You'd think my experience with how Sony fell short of expectations would have taught me the foolishness of brand loyalty. But my experiences with Valve products, and factoring in this story, has made me a huge fan. If they released a console, I'd be in line with cash the very first day. I'd probably take the week off work to break it in.
posted by Ipsifendus at 6:27 AM on March 4, 2012 [2 favorites]


UKish English is the uncanny valley of language.
posted by adamdschneider at 7:46 AM on March 4, 2012


People who are really serious about software should make their own hardware.

-Alan Kay
posted by lohmannn at 8:36 AM on March 4, 2012




Valve is doing no such thing.

Sorry, that was a little preremptory. Let me elaborate a bit.

Apple's (or perhaps more accurately, Steve Jobs') way has, much to their success, to dictate to their users. Admittedly, they think hard about what their users should be able to do, and they design things beautifully to achieve those things, but they have also worked to create a very closed, controlled ecosystem where they make the decisions and thanks to their clout, everyone else pretty much has to go along with it. Users, developers, content producers and lots of other groups have gone along, because, hey, that's where the money is, and there are clear benefits to keeping things simple.

Valve has an entirely different mindset -- and it's one that Gabe Newell has stated explicitly over and over again in interviews, so it's not a secret by any means. It sounds simpleminded, but it actually does dictate the way they do things, rather than being a Vision Bullet Point that so many companies pay lip service to -- to provide the best service and experience to its customers that it can.

But to do so, Valve's also been a consistent champion of openness and inclusiveness. That's been good for their business, of course, it's not all lollipops and unicorns. Doing things like making Mac versions of PC games available on Steam for any game that has cross-platform versions for no extra charge seems like a good example of that. Steam has almost singlehandedly been responsible for the boom in indie games in recent years, made PC gaming (which many were declaring dead a few years back) vibrant again, contributed to actual growth of Mac gaming, has paved the way for digital distribution as a viable model (a lesson that Hollywood and others refuse to learn from, surprisingly), and has shown quite clearly that a significant (if not overwhelming) number of people who pirate games will actually pay for them if you make the barriers to doing so low enough.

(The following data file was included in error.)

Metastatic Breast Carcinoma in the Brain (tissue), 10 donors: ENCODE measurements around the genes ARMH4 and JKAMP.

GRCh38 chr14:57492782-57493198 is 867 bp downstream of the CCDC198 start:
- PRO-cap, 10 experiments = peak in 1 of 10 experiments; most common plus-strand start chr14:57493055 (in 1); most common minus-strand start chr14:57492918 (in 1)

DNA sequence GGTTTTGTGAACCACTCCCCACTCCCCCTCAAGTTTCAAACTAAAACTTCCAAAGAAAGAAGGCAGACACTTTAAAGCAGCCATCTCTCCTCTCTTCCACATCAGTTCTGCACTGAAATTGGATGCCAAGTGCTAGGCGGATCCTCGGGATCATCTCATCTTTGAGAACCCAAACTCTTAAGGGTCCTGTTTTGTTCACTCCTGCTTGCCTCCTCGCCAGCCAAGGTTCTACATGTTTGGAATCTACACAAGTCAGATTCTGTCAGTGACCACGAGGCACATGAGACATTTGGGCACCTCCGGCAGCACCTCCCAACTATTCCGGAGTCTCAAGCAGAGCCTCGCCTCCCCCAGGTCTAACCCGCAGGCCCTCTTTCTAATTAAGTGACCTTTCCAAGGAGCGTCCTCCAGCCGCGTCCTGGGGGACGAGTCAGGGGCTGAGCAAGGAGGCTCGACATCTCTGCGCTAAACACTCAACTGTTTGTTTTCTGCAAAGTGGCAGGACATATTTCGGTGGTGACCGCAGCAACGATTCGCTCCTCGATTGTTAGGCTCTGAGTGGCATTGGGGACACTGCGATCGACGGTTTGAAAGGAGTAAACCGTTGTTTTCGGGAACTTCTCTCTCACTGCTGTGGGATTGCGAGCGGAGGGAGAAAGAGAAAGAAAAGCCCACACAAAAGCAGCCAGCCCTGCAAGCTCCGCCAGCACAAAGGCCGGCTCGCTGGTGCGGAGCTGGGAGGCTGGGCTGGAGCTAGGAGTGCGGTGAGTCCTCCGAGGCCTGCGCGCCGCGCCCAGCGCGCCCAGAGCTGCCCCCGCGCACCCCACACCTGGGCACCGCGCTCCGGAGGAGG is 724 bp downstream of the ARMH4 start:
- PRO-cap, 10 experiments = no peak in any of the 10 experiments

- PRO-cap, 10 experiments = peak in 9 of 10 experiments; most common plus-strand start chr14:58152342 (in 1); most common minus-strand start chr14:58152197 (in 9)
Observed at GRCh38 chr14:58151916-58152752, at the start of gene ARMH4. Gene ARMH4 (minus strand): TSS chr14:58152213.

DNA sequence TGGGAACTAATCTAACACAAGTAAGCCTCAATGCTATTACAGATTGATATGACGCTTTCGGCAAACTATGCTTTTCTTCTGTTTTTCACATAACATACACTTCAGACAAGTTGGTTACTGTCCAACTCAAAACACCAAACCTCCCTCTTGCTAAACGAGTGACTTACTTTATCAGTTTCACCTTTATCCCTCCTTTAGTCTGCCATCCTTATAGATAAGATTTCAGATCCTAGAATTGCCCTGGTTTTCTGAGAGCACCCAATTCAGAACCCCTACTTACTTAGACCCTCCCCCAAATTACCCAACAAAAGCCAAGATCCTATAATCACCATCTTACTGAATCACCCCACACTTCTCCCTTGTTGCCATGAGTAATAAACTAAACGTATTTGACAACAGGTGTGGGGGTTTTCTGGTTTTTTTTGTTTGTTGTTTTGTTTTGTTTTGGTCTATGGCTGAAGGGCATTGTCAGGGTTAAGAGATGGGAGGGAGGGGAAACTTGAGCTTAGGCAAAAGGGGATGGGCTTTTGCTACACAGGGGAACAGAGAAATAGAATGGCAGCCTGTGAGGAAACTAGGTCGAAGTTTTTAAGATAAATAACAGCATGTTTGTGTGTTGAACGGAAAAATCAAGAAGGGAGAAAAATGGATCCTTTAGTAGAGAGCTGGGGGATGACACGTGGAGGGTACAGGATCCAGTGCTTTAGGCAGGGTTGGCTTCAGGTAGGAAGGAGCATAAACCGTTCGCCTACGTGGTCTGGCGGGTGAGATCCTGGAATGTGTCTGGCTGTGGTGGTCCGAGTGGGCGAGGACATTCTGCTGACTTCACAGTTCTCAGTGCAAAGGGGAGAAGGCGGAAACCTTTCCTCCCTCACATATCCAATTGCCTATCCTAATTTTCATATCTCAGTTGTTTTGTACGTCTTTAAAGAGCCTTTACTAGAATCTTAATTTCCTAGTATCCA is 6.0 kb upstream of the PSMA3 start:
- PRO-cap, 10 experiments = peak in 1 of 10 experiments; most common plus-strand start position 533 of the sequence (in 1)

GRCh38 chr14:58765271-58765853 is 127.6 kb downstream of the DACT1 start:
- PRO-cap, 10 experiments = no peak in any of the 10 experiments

Granted, they've also made staunch anti-DRM people like me come to accept the idea, for better or worse, provided it is invisible, non-restrictive for reasonable use, and does not cause more problems that it solves. Game companies like Ubisoft, with their ludicrous DRM measures that limit number of installs, require single-player games to authenticate constantly to flaky DRM servers, and treat paying customers like thieves, just don't get it. The simple DRM Steam implements (leaving aside other forms of it packaged into the games by individual publishers) actually allows them to add value. I've rebought old games just so I could have them in my Steam library, and paid for games I long ago pirated as well, and install them on demand when and where I want, without needing physical media. The whole social ecosystem around Steam just sweetens the bitter pill, detractors could well say, but I personally find almost everything Valve does as a company rewards me for patronizing them, and I will continue to do so. Much as I love Apple's products, I often feel punished for being locked in to their ecosystem.

So I find it hard to believe that Valve, if they do this, will make any attempt to lock in customers to their own hardware in any way. After all, the box, if it exists, will just be a PC. Presumably a powerful, well-designed, good-looking PC, but it would just be a way to make it easy for customers who want to use their giant TV screens, who like the idea of console gaming but want to play all their games from the sofa, if they choose, who can't be bothered to build or buy their own PC for the purpose, and give them what they want in a nice, easy box.

You have to guess, as I do, that Valve talked with the Big Boys about working together, has probably talked with the recording industry and Hollywood for that matter, and not liked what they've heard. I would imagine that if they do this, they're doing it because of Gabe Newell (and the company as a whole) insisting on the road to success being paved with providing the best service possible to customers, and that just wouldn't be possible with Steam being folded into a larger, restrictive, customer-antagonistic model.